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Details
LADY MARIA COMPTON, MARCHIONESS OF NORTHAMPTON (1766-1843), AND OTHERS
An album of sixty-nine botanical drawings, by various hands: Forty-five by Lady Maria Compton, Marchioness of Northampton (1766-1843), five possibly by Margaret Meen (circa 1755-1824), one by 'E.S' (possibly Emma Smith), one by 'R.D', and seventeen unsigned
variously signed, inscribed with species and taxonomy, and dated between 1784 and 1794
pencil, watercolour, and bodycolour, some heightened with gum arabic
the album 2512 x 19 in. (64.7 x 48.3 cm.); the drawings 1812 x 1334 (47 x 34.9 cm.) and smaller
Provenance
Lady Maria Compton, Marchioness of Northampton, and by descent to her daughter
Lady Frances Elizabeth Compton,
and by descent to the present owner.
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Lot Essay

Botanical illustration reached its first peak of achievement in the century between 1750 and 1850. During this period great discoveries were made in biology and horticulture, and printing techniques advanced considerably, allowing these illustrations to be reproduced and disseminated. The Royal Botanic Gardens at Kew were founded in 1759, and by the 1770s had significant holdings of exotic plants, brought back from exploratory voyages.
Margaret Meen was employed to document the new plants being grown at Kew, and also exhibited watercolours at the Royal Academy between 1775 and 1785. A watercolour by her of a bunch of dahlias is now held in the library at Kew, and is a crucial record of the first dahlias to be introduced from Mexico, before they were ‘improved’ by British breeders. She was patronised by Queen Charlotte, who was instrumental in the development of Kew, and seems to have taught both Queen Charlotte and her daughter, Princess Elizabeth. Botanical illustration, despite its scientific importance, was widely regarded as a suitably genteel activity for ladies, and Meen spent much of her time as a tutor to wealthy young women, as well as teaching botanical illustration in a school in Notting Hill.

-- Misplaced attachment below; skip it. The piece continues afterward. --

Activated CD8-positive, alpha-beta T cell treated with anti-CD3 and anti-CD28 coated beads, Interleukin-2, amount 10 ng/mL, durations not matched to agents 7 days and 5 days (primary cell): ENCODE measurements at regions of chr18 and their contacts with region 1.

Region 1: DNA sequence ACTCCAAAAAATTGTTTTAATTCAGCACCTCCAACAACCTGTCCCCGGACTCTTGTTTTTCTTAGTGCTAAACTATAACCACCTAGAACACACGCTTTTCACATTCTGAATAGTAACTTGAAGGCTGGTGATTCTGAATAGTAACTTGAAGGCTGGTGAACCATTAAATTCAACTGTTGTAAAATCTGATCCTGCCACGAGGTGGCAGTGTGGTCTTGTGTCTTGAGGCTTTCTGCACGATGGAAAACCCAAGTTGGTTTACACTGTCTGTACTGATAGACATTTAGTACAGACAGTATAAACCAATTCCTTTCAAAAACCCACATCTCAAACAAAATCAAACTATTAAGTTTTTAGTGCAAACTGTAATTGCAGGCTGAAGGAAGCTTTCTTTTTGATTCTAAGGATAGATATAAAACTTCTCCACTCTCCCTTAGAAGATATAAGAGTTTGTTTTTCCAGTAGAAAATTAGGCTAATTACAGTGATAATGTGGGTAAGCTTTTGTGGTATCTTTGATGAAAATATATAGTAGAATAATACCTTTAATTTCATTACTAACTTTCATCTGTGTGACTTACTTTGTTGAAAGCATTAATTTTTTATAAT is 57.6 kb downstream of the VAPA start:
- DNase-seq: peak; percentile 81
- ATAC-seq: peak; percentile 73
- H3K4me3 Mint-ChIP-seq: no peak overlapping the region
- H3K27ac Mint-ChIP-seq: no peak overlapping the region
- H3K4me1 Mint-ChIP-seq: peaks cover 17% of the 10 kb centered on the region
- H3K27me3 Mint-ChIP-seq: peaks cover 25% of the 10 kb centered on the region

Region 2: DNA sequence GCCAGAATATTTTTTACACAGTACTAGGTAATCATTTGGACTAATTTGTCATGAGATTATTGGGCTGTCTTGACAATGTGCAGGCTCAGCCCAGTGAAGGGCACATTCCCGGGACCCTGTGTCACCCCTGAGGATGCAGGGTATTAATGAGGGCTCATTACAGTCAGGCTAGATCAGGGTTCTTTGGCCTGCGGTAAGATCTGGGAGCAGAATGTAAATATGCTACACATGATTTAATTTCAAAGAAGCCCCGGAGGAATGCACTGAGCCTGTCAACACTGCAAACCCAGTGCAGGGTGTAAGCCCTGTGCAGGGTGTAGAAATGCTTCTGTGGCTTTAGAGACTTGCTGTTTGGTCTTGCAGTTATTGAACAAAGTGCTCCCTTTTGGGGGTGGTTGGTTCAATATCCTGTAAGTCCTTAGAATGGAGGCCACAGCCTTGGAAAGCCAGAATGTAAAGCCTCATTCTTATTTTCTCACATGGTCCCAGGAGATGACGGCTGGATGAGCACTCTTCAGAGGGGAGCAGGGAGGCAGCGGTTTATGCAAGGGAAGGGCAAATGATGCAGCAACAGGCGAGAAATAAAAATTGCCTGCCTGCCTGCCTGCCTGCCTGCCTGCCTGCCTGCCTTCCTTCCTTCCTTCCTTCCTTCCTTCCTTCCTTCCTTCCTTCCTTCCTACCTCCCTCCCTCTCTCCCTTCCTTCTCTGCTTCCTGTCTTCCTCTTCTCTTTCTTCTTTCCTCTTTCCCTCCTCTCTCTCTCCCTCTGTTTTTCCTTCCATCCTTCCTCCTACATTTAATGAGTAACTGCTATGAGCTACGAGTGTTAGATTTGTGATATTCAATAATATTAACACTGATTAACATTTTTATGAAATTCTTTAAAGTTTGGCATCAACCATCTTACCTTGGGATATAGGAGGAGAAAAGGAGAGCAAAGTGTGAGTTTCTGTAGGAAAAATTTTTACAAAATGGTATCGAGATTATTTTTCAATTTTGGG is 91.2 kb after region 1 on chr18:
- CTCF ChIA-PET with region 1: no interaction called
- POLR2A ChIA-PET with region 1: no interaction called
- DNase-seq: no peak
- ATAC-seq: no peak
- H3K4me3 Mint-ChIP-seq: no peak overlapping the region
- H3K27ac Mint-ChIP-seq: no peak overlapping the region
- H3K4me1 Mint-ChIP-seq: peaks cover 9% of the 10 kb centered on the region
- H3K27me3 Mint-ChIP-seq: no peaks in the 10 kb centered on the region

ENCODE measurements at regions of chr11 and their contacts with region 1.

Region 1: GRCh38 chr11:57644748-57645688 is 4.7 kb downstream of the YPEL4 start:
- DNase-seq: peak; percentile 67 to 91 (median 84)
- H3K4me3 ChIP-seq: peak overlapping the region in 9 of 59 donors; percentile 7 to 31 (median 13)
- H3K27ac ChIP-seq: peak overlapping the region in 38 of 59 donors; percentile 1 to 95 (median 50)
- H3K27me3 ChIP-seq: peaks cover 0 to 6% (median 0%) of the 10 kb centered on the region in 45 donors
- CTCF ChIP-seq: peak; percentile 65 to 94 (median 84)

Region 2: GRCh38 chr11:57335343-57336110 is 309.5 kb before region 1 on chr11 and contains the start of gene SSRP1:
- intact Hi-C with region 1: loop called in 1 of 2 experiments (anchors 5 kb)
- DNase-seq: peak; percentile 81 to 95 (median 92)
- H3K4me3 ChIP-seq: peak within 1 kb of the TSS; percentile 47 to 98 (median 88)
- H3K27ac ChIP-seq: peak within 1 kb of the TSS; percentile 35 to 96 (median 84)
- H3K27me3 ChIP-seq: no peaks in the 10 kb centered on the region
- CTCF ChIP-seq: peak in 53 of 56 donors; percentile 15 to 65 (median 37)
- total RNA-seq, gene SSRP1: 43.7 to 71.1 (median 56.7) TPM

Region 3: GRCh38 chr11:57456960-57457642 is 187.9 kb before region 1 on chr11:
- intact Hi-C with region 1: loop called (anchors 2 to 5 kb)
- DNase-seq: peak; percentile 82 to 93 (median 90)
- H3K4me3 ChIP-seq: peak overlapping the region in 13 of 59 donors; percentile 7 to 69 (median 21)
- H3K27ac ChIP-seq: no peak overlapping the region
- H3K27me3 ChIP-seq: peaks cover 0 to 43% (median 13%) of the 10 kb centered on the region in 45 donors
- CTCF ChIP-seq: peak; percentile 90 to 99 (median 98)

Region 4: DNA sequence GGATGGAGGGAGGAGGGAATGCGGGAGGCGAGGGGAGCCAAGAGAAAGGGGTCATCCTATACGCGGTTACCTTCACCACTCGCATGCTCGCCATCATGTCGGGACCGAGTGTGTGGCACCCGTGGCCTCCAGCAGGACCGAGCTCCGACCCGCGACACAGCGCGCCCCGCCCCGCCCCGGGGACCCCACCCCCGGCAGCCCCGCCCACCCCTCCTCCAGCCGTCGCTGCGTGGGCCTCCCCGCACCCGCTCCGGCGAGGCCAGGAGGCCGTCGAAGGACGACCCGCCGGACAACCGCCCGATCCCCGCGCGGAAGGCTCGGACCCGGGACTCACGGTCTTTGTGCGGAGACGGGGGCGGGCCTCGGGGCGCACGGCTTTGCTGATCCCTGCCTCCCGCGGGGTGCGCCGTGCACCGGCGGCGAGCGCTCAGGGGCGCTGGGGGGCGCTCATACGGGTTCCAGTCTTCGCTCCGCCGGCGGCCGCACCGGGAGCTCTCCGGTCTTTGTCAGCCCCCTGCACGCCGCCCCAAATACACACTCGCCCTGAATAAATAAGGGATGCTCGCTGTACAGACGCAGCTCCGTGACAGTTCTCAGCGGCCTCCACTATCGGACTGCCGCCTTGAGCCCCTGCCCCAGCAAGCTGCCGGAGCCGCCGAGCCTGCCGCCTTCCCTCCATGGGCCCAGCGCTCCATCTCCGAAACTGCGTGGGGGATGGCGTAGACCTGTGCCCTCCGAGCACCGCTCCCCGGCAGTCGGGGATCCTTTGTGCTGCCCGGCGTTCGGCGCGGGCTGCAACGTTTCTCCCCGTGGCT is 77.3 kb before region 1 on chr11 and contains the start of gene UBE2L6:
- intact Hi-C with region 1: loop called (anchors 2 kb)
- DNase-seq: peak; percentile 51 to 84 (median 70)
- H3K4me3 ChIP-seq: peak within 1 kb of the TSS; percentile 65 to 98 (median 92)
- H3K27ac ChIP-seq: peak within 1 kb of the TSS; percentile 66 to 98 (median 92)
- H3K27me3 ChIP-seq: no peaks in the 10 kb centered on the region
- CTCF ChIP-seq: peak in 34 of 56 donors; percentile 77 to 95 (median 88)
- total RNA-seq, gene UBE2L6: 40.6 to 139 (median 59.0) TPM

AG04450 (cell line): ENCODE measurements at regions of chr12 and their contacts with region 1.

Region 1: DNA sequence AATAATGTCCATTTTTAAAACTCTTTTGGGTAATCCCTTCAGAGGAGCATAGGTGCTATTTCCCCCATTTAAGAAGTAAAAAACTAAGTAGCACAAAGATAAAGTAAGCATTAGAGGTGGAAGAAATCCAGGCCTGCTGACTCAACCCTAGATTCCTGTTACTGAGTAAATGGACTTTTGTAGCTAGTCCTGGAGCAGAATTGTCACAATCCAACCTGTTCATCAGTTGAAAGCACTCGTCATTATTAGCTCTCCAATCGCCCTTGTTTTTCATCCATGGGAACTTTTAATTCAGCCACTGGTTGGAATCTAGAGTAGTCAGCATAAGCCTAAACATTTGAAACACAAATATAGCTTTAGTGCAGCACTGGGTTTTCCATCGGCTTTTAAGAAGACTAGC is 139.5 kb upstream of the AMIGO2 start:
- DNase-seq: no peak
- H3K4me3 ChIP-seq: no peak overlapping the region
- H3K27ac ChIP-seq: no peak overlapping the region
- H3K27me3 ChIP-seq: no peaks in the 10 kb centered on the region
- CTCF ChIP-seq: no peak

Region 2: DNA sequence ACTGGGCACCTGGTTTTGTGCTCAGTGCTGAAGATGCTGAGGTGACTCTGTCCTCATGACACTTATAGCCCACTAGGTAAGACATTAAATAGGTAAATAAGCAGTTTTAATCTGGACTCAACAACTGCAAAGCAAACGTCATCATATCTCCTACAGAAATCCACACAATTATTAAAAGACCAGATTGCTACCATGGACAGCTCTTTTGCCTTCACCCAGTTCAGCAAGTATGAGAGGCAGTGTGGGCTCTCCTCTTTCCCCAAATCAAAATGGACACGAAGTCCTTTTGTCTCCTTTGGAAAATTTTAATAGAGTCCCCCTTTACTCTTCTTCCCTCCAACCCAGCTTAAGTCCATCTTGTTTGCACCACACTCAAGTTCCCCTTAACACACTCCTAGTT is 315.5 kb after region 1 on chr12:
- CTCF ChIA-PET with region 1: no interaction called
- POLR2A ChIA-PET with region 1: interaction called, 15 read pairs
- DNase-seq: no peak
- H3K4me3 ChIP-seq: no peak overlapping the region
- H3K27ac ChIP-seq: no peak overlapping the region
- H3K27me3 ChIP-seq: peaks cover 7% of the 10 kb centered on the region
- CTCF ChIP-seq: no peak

Amongst her pupils was Maria Smith, later Marchioness of Northampton, and her niece, Emma Smith, who later married Jane Austen’s biographer nephew. Maria Smith married Charles Compton, 1st Marquess Northampton, on 18 August 1787. Thirty-six of the drawings in this group are signed 'M:S' and dated between 1784 and 1787, while nine are signed 'M:C' and dated from 1787 onwards. It was Maria who put together the present album, including her own work, alongside that of her tutor, and some others. Although very little is known about her as an artist, she may well have worked at Kew alongside Meen.
Subjects include: Cactus Phyllanthus, Portulaca Fruticosa, Aquilegia Canadensis (red columbine), Dracene Ferox, Plumbago Rosea, Mimosa, Justicia Coccinea, Portlandia, Poinciana Pulcherrina, Anenome, Geranium peltatum, and Rhodedendron.

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